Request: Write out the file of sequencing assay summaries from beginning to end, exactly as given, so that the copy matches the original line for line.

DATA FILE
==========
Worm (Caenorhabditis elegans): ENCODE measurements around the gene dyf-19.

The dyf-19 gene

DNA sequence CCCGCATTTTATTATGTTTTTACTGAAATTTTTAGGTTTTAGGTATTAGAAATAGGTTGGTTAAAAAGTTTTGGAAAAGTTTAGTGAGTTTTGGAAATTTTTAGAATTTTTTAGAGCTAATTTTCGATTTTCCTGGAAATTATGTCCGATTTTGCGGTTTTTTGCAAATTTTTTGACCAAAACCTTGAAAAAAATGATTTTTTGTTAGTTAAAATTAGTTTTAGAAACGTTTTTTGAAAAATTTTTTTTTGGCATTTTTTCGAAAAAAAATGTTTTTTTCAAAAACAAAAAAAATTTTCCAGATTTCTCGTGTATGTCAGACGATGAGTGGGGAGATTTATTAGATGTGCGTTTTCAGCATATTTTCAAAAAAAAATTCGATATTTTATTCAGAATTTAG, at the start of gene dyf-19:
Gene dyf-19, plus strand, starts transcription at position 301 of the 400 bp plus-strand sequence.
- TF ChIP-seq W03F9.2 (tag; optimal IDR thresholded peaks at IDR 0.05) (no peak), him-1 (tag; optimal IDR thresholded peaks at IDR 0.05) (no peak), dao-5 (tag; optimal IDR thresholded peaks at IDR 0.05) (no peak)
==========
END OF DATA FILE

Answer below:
Worm (Caenorhabditis elegans): ENCODE measurements around the gene dyf-19.

The dyf-19 gene

DNA sequence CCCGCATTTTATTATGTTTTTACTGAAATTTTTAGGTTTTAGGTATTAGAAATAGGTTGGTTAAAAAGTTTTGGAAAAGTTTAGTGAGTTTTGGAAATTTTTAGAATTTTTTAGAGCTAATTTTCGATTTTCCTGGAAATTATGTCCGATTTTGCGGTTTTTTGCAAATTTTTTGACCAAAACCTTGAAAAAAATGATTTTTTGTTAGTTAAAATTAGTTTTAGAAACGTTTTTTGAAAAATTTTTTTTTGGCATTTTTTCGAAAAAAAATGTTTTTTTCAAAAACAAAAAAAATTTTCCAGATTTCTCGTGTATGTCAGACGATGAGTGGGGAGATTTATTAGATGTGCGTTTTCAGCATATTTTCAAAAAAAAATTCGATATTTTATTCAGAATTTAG, at the start of gene dyf-19:
Gene dyf-19, plus strand, starts transcription at position 301 of the 400 bp plus-strand sequence.
- TF ChIP-seq W03F9.2 (tag; optimal IDR thresholded peaks at IDR 0.05) (no peak), him-1 (tag; optimal IDR thresholded peaks at IDR 0.05) (no peak), dao-5 (tag; optimal IDR thresholded peaks at IDR 0.05) (no peak)